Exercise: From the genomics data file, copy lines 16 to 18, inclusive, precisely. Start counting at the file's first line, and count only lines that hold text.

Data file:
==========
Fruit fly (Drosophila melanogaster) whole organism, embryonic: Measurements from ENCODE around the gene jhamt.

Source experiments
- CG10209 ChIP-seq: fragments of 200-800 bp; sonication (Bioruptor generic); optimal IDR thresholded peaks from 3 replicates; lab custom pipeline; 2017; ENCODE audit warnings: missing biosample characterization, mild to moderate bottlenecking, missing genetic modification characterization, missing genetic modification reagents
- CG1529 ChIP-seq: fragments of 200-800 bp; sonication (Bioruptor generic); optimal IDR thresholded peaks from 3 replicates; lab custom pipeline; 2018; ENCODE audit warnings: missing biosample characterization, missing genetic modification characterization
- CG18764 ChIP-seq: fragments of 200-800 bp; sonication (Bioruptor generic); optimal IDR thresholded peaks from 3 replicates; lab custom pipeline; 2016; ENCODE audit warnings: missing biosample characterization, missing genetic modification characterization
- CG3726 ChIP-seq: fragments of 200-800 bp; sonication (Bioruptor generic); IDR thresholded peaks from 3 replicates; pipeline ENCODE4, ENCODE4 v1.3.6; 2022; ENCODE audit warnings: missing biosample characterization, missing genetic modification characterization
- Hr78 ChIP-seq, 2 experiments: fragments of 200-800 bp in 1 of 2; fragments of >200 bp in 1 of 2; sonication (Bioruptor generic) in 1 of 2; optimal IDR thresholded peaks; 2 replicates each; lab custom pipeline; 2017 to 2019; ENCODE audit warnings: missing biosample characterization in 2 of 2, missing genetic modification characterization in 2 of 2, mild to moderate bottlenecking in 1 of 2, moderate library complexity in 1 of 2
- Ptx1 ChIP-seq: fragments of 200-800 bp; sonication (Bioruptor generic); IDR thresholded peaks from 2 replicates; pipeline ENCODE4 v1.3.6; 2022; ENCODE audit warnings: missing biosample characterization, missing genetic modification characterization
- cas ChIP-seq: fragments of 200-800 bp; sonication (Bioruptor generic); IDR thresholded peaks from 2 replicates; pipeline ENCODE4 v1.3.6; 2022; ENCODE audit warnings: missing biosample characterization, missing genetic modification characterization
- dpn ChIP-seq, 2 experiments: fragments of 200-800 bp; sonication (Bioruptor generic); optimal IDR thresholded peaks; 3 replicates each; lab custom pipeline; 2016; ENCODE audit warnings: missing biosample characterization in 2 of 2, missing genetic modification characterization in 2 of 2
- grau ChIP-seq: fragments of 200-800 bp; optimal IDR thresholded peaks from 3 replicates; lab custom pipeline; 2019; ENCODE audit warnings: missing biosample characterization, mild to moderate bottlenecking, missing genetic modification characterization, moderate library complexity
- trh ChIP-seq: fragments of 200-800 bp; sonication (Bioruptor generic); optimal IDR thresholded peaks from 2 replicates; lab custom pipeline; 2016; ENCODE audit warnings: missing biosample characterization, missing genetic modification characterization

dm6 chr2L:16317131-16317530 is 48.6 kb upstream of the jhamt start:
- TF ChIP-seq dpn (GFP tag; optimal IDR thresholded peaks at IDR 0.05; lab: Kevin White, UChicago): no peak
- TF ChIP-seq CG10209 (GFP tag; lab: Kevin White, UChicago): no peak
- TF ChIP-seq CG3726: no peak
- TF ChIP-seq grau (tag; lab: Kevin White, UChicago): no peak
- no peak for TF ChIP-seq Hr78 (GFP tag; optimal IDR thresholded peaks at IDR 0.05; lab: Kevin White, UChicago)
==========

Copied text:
- TF ChIP-seq CG3726: no peak
- TF ChIP-seq grau (tag; lab: Kevin White, UChicago): no peak
- no peak for TF ChIP-seq Hr78 (GFP tag; optimal IDR thresholded peaks at IDR 0.05; lab: Kevin White, UChicago)